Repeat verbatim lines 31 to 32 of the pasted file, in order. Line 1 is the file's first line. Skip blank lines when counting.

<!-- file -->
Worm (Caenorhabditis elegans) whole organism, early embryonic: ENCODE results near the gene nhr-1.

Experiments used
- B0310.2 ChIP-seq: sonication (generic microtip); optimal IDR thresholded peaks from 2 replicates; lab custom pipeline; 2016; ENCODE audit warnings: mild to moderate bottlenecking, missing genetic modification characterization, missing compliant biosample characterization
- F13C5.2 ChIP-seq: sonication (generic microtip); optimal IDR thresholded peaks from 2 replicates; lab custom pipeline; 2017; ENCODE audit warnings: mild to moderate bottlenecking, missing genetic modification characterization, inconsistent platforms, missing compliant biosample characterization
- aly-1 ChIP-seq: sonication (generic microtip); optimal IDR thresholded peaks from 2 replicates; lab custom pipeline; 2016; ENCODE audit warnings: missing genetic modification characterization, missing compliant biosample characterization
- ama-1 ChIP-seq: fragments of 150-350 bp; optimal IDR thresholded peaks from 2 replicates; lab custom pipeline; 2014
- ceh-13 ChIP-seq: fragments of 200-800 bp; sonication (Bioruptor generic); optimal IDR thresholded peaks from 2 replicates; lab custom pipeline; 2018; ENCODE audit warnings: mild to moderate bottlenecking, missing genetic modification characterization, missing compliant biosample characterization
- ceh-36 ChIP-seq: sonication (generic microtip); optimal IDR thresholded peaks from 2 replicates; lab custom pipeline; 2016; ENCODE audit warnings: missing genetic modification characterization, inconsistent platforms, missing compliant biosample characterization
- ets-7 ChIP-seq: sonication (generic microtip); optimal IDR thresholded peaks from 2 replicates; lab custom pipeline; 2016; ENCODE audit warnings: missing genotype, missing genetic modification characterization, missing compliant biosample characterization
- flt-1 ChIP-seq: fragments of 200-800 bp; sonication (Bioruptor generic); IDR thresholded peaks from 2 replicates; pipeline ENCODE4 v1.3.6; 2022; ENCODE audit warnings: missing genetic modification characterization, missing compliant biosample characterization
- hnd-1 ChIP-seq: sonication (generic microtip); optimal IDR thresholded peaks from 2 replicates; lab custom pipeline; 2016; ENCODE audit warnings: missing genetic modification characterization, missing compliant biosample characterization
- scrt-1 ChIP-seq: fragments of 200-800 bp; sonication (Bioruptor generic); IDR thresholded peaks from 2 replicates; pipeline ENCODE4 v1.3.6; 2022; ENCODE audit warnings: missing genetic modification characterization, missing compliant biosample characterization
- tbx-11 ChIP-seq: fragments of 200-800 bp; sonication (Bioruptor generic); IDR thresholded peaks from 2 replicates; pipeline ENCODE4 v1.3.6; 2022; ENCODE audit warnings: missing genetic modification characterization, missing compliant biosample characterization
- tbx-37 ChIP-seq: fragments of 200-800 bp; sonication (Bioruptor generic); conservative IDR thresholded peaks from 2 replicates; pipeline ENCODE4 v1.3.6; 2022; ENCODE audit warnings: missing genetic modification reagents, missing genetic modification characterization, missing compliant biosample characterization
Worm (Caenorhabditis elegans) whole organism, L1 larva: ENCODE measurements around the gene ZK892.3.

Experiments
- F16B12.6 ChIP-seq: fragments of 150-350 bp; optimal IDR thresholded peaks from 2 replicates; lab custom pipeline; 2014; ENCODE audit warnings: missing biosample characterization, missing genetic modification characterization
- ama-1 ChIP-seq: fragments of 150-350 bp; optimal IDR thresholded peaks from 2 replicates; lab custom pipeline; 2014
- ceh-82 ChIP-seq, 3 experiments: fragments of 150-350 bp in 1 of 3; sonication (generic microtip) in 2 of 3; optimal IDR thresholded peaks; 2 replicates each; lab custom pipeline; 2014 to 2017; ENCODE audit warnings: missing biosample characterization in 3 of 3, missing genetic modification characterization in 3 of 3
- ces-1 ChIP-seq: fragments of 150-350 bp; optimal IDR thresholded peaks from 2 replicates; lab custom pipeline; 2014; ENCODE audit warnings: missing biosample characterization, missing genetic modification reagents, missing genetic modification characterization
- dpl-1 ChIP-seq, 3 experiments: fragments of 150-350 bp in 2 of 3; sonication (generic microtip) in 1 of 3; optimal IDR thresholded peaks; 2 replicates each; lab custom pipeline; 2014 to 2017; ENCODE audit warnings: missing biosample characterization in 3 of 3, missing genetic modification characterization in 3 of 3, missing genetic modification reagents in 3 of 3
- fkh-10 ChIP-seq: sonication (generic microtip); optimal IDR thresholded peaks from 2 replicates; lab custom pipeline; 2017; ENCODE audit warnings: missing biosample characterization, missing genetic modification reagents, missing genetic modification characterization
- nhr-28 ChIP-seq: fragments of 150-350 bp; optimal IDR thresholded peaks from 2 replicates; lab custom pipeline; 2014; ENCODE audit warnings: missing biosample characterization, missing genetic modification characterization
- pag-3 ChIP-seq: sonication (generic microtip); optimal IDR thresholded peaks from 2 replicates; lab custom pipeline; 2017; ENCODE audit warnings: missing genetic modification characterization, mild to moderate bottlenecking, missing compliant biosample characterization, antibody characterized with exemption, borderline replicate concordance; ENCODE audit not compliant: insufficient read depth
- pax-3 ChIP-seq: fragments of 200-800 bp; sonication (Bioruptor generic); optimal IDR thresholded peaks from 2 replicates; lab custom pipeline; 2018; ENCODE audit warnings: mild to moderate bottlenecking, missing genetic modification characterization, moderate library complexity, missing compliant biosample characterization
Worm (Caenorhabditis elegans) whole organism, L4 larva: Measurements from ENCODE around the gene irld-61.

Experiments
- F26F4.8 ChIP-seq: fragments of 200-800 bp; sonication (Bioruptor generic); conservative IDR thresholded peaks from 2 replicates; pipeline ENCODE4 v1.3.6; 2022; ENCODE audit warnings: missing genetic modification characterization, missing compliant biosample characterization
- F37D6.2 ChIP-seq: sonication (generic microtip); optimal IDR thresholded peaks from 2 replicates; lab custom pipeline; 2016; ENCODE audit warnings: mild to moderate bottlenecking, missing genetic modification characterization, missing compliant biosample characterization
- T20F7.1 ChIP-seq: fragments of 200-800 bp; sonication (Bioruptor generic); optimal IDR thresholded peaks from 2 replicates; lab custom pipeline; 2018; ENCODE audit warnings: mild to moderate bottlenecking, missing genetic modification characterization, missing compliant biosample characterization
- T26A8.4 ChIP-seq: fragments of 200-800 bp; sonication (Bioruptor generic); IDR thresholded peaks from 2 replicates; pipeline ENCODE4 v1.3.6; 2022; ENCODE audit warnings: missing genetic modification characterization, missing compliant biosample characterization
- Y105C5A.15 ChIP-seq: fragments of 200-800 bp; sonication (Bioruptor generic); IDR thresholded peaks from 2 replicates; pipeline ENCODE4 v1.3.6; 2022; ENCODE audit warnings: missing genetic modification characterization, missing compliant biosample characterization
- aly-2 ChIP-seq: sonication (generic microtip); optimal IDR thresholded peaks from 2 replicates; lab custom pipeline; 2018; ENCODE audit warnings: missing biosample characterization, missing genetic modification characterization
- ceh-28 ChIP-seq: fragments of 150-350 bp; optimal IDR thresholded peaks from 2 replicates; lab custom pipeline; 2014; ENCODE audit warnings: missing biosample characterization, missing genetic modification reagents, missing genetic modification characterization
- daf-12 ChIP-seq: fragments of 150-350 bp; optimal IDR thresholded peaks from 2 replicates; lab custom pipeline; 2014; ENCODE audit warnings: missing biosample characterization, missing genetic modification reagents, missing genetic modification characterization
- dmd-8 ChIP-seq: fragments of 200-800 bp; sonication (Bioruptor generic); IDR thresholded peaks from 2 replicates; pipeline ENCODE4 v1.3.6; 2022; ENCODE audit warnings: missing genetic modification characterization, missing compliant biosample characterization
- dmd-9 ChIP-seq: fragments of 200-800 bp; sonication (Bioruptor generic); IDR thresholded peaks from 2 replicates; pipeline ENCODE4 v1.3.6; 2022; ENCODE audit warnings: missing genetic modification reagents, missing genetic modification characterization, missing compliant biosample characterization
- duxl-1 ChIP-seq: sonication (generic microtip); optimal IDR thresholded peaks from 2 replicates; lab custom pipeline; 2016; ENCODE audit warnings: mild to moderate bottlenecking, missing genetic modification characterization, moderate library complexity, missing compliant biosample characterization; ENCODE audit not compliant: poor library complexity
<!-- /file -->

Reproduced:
- T26A8.4 ChIP-seq: fragments of 200-800 bp; sonication (Bioruptor generic); IDR thresholded peaks from 2 replicates; pipeline ENCODE4 v1.3.6; 2022; ENCODE audit warnings: missing genetic modification characterization, missing compliant biosample characterization
- Y105C5A.15 ChIP-seq: fragments of 200-800 bp; sonication (Bioruptor generic); IDR thresholded peaks from 2 replicates; pipeline ENCODE4 v1.3.6; 2022; ENCODE audit warnings: missing genetic modification characterization, missing compliant biosample characterization